Ten trends and projects to watch out for in the coming year...
Happy new year! Whilst overindulging and fighting with the family over the festive break, I did manage to grab some time to think about what lies ahead for volunteering in 2012. It’s going to be a challenging year for everyone I’m sure but I also think there are interesting times ahead and so I thought I’d jot down my top ten thoughts for your perusal:
10) Volunteering in the headlines: London 2012 will see the biggest peacetime mobilisation of volunteers that this country has ever seen. With 70,000 Games Makers plus 10,000 Ambassadors there will no doubt be some complex logistics to take care and it’ll be interesting to see how LOCOG and the GLA manage given so much is riding on voluntary help. The Olympic Authority’s recent decision to ban volunteers from using social media for non corporate messages isn’t the greatest start IMHO! But overall the Olympics could do wonders for the profile of volunteering if people get the promised ‘Experience of a Lifetime’.
9) Volunteering Incentives: the wonderful Orange RockCorps have set the trend here, offering tangible rewards in the form of exclusive concert tickets for giving time that go beyond just saying thank you. Other reward schemes are popping up everywhere, such as Smartrans Time Miles and the recently launched Blue Dot initiative where people earn points in exchange for giving money and time which they can redeem for a range of products. I think we'll see more of these developing in 2012 as charities and social enterprises compete for volunteer support. Although not to everyone’s taste I reckon they will soon become a mainstay of the volunteering landscape - check out this recent devlopment from the Nectar loyalty card.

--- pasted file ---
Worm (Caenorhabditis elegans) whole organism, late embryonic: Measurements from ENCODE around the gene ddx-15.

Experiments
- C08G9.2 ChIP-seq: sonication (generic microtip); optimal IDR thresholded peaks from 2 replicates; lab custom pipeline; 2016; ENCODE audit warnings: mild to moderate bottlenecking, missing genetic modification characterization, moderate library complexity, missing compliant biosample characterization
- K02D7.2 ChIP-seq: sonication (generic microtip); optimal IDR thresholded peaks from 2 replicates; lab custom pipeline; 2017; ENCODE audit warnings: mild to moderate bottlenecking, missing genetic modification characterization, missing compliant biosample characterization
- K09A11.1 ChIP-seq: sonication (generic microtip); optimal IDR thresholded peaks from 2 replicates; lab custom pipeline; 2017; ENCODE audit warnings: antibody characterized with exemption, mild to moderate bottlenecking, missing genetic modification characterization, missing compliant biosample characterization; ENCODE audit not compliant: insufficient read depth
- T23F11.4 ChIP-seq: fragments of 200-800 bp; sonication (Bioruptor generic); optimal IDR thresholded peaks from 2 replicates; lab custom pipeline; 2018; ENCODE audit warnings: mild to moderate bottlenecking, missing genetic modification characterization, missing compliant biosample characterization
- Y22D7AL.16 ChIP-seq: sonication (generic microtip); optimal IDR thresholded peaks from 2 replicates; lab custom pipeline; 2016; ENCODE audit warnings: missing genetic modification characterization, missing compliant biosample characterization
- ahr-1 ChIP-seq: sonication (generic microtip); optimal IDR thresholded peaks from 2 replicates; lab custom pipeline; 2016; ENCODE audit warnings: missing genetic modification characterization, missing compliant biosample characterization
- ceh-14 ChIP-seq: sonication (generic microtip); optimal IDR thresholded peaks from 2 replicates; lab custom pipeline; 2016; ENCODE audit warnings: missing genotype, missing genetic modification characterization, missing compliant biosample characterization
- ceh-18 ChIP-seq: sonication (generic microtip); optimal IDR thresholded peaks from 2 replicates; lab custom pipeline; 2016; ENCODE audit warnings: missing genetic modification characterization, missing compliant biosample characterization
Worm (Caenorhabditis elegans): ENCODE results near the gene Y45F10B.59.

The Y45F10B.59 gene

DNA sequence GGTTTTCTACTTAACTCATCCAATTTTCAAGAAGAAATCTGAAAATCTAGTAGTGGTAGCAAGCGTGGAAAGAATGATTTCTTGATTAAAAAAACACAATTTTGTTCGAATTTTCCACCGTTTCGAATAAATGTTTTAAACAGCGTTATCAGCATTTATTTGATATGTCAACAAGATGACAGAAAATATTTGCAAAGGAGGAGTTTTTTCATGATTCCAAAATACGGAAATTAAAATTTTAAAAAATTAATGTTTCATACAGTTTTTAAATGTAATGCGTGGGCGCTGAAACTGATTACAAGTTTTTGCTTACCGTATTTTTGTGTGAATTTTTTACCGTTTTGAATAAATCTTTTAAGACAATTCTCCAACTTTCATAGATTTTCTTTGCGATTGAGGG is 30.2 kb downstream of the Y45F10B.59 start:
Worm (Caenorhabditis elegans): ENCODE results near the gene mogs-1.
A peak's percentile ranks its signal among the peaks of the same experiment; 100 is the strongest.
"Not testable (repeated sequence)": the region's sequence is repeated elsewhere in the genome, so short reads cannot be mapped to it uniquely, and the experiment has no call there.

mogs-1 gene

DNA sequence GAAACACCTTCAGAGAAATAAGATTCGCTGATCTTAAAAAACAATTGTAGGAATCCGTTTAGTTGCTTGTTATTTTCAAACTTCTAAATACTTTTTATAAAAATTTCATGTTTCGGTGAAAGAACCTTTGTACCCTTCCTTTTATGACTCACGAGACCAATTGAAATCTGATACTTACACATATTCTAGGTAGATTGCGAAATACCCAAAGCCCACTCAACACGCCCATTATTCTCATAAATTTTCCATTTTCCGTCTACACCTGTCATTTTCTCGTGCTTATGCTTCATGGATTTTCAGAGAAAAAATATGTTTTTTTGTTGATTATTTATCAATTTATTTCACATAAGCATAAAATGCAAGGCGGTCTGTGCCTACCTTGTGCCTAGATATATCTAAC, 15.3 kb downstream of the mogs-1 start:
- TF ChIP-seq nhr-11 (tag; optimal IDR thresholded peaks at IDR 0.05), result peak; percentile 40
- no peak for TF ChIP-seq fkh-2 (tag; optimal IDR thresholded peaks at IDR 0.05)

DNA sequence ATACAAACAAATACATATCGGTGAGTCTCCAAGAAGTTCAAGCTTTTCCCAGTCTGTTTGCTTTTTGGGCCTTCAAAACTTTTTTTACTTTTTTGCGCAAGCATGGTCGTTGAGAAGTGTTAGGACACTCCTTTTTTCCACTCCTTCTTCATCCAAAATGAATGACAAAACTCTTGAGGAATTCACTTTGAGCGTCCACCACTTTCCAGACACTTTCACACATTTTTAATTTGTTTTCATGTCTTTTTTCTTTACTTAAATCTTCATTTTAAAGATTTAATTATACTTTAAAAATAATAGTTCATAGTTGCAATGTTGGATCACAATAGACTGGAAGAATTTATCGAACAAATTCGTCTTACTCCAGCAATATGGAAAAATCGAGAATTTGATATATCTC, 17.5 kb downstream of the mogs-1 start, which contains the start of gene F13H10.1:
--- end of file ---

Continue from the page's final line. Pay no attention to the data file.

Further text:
8) Compulsory community work: it’s not volunteering! But chances are everyone will think that the Coalition’s plan to make job seekers work in the community in exchange for benefits is exactly that. The challenge for charities and voluntary groups will be whether to get involved or not to touch it with a proverbial barge pole. Personally, I think getting involved and helping to ensure that job seekers get a better experience than stacking shelves in Poundland seems the right thing to do.
7) Reinvention of national infrastructure as we know it: funding cuts aside, I see interesting times ahead for some of the bigger agencies who will struggle to be truly representative as more communities take things into their own hands. Rather than providing leadership for social action the challenge will be to guide and enable it. A reinvention will be required if the likes of ACEVO and NCVO want to be seen as more than just podiums for their CEOs or sellers of services, and quickly too as new initiatives like YourSquareMile may come to occupy their space with a much greater impact.